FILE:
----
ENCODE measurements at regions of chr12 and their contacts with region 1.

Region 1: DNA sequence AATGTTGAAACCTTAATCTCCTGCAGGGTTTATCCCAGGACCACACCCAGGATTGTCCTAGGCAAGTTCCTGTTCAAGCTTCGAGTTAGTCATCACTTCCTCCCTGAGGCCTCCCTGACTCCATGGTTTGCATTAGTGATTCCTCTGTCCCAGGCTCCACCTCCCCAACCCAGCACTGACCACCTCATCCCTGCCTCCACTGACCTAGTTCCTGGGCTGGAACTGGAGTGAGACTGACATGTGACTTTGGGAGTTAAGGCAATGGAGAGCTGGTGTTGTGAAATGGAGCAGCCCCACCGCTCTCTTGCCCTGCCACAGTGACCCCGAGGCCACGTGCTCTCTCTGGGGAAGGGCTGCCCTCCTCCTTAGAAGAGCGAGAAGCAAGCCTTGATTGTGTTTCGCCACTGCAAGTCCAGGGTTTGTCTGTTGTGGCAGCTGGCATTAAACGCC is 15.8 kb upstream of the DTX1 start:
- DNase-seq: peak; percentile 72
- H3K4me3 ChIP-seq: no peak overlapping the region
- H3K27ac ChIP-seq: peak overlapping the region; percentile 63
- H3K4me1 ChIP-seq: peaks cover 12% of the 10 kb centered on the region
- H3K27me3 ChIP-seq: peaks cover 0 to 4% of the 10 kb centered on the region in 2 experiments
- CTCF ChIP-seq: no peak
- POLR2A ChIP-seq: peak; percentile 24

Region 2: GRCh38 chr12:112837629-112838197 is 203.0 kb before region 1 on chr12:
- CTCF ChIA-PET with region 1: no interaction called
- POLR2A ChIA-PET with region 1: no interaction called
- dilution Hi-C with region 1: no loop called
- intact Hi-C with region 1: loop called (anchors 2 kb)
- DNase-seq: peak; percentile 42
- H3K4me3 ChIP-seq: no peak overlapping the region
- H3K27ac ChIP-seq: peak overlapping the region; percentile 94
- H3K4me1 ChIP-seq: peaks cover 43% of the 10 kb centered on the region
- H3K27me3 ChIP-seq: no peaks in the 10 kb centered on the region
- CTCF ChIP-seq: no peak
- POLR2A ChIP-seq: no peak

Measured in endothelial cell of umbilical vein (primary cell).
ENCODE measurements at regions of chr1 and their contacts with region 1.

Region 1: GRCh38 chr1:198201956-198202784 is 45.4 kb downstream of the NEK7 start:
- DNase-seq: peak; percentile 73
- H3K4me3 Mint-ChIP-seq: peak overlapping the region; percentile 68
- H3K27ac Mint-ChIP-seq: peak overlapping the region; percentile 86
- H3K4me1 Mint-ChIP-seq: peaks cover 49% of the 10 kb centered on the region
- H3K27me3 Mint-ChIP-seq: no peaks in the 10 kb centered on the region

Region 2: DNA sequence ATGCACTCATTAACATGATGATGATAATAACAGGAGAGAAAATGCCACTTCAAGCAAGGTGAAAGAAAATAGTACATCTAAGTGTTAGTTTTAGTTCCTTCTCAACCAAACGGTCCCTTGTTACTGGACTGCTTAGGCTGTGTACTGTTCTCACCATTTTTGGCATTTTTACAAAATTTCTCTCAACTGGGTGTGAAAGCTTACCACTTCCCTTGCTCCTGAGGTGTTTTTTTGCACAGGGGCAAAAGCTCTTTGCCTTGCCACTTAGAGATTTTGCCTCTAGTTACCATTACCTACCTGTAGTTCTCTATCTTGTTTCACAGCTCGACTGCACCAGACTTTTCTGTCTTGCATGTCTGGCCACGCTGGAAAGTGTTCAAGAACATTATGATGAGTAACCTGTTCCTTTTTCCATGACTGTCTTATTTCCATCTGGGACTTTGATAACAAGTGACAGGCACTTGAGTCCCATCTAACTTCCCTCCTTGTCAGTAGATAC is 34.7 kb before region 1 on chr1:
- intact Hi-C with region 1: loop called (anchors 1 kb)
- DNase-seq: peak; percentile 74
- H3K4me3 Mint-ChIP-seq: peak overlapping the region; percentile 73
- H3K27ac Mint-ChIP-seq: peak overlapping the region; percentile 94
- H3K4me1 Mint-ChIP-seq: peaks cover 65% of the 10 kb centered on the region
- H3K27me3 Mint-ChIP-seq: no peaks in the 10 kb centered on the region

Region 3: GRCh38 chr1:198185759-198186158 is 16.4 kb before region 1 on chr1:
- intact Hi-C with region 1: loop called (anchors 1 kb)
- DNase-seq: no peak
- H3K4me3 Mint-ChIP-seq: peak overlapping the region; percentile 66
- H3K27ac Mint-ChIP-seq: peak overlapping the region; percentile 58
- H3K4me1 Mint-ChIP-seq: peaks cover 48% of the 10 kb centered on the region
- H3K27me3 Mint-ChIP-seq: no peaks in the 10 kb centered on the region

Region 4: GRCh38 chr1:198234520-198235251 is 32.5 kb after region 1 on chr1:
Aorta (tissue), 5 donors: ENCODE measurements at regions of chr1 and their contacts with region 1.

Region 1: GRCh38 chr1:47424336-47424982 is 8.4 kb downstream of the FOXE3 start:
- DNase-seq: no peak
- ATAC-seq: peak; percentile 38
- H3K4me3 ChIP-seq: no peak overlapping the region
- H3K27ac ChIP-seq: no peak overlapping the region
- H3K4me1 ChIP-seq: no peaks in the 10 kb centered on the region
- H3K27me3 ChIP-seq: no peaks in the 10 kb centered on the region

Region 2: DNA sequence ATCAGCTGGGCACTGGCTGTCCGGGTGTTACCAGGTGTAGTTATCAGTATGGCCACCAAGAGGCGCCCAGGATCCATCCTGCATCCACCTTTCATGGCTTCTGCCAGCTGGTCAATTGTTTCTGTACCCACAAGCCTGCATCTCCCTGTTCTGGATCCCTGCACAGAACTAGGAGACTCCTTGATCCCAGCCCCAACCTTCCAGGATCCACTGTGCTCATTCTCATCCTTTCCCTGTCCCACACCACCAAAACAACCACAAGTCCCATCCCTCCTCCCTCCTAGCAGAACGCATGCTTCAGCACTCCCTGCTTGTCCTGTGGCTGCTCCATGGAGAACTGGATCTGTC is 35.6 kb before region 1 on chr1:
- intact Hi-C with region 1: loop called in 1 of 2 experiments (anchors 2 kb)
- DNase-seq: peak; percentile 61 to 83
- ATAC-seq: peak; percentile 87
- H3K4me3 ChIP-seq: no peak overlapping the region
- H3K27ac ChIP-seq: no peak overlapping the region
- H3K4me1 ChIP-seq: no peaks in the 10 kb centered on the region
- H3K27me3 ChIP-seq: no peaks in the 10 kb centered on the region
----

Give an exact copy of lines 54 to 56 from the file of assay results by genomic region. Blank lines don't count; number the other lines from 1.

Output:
- intact Hi-C with region 1: loop called in 1 of 2 experiments (anchors 2 kb)
- DNase-seq: peak; percentile 61 to 83
- ATAC-seq: peak; percentile 87